6. Self-Generated Debris – The shearing element or rupture disc will open upon activation and will potentially generate debris in the process. Depending upon the location, this self-generated debris may damage downstream components. The system designer must identify the type of debris and determine whether it needs to be captured by a filter or by some other method. 


Lee Burst-Sert rupture discs provide a reliable solution for aiding in the testing and initial activation of a chemical injection system. They are available with rupture pressures ranging from 3000 to 15,000 psid and are constructed using materials compliant with NACE specification MR0175. The Burst-Sert is available in body sizes ranging from 0.250 to 0.531 of an inch in diameter and are rated for operating temperatures up to 392°F (200°C).  

The Burst-Sert rupture disc allows for easy installation thanks to the integration of the field-proven Lee locking end. This self-retaining feature eliminates the need for elastomeric seals and securely locks the component into place without any bypass leakage. Additionally, the use of an anti-torque device for secondary retention is not required. Lee Burst-Serts are also capable of withstanding hydrostatic pressures in the direction opposite to rupture. Depending upon the design, this may include downstream pressures up to 50% of the burst pressure. Also, every lot of Lee Burst-Serts is tested to ensure reliable, consistent performance. For applications requiring elevated temperatures, The Lee Company can provide correlations between room temperature testing and higher operating temperatures up to 392°F (200°C). Lee Burst-Serts may be customized to include a unique feature that catches a disc in the event that it completely shears free from the housing.

Burst-Sert Potential Applications 

Lee Burst-Serts are found in a wide range of applications. They are manufactured from materials that conform to NACE standard MR0175 and are suitable for use in systems with typical subsea and downhole fluids. Lee Burst-Sert rupture discs are highly customizable in performance and geometry to fit a variety of applications. In addition to chemical injection, they are used in the oil and gas industry in packers to isolate the setting chamber and ensure accurate activation. The rupture discs have also been used in motorsports and maritime applications to prevent over-pressuring the fuel and gas tanks.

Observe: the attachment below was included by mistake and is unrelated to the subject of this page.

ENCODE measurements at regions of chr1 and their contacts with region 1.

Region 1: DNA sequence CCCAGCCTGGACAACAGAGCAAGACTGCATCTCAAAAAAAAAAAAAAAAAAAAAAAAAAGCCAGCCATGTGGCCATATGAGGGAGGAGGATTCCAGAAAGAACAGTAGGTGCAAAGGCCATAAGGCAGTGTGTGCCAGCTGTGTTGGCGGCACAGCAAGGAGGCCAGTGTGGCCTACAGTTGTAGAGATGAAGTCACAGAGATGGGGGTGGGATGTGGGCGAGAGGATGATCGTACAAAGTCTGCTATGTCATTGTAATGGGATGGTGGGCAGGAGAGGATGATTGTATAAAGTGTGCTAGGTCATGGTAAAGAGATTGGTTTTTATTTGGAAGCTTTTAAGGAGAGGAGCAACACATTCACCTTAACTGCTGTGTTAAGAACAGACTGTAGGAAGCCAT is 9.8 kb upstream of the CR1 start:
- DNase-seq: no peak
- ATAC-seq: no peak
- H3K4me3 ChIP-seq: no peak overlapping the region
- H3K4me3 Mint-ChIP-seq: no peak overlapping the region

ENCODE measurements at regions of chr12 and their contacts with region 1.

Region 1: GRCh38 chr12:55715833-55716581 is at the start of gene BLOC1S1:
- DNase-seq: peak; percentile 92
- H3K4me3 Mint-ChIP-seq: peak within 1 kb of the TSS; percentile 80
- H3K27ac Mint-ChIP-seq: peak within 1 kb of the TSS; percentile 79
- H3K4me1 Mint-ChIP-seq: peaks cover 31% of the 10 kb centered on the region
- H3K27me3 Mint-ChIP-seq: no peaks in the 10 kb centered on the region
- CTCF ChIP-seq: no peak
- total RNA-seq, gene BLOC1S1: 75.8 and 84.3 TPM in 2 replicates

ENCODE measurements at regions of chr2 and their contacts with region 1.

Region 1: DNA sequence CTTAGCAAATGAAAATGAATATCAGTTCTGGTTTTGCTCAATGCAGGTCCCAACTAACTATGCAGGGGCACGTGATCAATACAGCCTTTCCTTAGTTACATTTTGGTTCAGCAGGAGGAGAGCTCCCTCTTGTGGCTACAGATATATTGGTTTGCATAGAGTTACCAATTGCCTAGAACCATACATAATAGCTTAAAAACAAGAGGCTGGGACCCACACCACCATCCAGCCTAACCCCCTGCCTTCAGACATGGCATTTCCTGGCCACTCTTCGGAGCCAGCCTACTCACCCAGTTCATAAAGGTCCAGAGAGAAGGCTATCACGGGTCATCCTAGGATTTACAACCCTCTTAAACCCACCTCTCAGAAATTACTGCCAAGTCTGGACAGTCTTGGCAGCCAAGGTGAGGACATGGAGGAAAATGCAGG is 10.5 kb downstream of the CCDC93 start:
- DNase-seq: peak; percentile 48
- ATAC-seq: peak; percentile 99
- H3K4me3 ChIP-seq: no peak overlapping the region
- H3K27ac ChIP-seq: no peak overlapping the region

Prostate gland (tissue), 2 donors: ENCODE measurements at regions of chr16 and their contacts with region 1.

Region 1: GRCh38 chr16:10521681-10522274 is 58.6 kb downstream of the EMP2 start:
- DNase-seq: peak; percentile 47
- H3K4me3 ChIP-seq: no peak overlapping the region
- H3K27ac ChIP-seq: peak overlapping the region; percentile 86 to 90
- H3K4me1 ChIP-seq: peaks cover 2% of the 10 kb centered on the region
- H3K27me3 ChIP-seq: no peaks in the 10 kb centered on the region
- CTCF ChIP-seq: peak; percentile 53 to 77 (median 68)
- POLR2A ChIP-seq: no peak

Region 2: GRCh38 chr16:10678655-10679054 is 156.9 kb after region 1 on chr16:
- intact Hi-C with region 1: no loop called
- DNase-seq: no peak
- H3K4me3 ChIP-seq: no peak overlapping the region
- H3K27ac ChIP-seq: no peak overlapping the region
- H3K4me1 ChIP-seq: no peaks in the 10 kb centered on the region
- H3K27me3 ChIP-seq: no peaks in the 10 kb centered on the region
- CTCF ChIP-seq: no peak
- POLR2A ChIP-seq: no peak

The Lee Company has a long history of supplying devices for use in chemical injection systems. In fact, Lee employees were heavily involved in the creation of the American Petroleum Institute (API) Specification 19CI: Downhole Chemical Injection Devices and Related Equipment. The specification defines applicable validation and functional testing requirements. In addition to Lee Burst-Serts, downhole chemical injection systems also utilize Lee Chek® check valves for reverse flow prevention and Lee HI-BAR® Safety Screens for secondary screening.    

The Lee Company has been at the forefront of fluid control technology since 1948, supplying millions of innovative products worldwide from our state-of-the-art manufacturing facilities in Connecticut, USA. We transform complex problems into deliverable solutions through ongoing research, design, development, and our commitment to quality and innovation. Our in-depth application knowledge enables us to collaborate with customers and provide personal, technical support through a wide network of experienced sales engineers who are ready to address any challenge.